In an omnichannel world it is necessary to consider how best to manage and structure teams to deliver this consistency of customer experience. Organisations have faced this challenge for many years, however, now the changed customer landscape and growth of the omnichannel challenge makes addressing this issue increasingly important. To support business at internet speed the big challenge is how to break down the internal organisational silos and get people working effectively across the organisation.
The answer to this challenge will be different for each organisation. However, there have been a number of approaches have been developed in an attempt to address this challenge. In the technology startup and IT worlds, approaches like DevOps where cross-functional teams are created and the traditional separation between the development, maintenance, and support teams is removed. Another technique is Agile software development, and this approach seeks to reduce the internal friction between users and the software developers. The agile approach brings together the business users, subject matter experts, and technical people to design and create the product. Another approach from the startup world is called holacracy, where power is removed from the management hierarchy and is distributed across clear roles, which can then be executed autonomously.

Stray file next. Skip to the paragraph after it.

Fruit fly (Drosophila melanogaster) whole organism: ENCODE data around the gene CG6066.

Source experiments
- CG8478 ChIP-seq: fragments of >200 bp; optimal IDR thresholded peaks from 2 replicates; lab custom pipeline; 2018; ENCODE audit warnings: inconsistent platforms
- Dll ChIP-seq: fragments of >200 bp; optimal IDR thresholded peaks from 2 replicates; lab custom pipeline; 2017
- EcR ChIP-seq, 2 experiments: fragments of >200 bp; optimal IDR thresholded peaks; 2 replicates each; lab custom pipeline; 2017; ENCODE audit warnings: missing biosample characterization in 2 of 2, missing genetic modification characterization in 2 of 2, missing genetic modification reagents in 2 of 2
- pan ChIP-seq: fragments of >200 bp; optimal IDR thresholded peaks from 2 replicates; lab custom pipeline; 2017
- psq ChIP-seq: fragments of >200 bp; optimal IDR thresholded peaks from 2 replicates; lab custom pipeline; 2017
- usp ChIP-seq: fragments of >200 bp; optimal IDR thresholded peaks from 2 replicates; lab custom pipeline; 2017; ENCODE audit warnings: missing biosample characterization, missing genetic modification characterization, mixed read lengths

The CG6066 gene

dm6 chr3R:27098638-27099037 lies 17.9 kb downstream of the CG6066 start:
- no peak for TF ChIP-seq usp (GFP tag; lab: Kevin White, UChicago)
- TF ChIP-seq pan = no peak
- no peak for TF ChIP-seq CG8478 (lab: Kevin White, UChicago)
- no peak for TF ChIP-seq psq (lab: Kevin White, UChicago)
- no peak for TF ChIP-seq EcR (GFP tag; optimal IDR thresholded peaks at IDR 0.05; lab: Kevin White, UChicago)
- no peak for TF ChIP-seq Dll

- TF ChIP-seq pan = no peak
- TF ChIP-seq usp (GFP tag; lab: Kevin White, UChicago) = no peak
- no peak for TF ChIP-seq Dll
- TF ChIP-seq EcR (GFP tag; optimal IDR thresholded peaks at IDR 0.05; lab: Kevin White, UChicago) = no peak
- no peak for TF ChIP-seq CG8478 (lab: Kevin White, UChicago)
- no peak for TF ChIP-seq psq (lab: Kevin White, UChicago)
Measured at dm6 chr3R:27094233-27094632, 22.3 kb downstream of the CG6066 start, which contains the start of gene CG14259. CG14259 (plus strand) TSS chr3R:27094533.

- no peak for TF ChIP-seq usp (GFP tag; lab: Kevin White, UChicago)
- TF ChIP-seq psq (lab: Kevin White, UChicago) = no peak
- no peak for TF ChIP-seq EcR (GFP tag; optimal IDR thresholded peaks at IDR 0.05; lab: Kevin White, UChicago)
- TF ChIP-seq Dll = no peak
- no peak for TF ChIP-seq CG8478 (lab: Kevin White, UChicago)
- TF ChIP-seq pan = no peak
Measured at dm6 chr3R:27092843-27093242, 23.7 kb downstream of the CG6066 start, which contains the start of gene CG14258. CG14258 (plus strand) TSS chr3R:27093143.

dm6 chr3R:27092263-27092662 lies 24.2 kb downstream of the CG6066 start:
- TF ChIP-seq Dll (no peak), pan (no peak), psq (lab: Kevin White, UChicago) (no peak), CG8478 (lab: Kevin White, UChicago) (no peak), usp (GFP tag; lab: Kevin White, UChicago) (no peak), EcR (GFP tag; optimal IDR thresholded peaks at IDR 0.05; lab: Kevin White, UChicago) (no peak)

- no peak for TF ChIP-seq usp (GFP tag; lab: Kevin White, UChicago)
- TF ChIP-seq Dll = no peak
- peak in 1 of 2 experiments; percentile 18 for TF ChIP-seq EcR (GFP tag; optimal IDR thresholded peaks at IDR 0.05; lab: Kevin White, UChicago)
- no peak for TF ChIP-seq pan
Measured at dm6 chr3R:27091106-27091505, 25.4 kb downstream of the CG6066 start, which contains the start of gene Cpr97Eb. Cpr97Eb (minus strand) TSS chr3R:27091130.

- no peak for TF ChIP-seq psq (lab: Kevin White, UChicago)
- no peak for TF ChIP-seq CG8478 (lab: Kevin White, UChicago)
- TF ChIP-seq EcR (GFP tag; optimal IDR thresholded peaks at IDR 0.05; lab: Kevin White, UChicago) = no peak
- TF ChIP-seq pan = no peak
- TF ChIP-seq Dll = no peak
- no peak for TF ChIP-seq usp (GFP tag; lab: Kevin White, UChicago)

These are the different types of approaches that business must look at to reduce internal friction to support customers more effectively. New ways of organising businesses will be necessary because of the changing operational tempo arising from always connected consumers with ubiquitous mobile connections.
Shifts in operational tempo
The old 9 to 5 way of doing business is over now, as people demand 24 x 7 access to goods and services. The demands of running a modern business also means that the operational support tempo has increased – responses are now often demanded within minutes. Some Edison research indicated that: “24% of American Internet Users 12+ Who Have Contacted a Brand in Social Media, Expect a Reply Within 30 Minutes, Regardless of When the Contact Was Made.”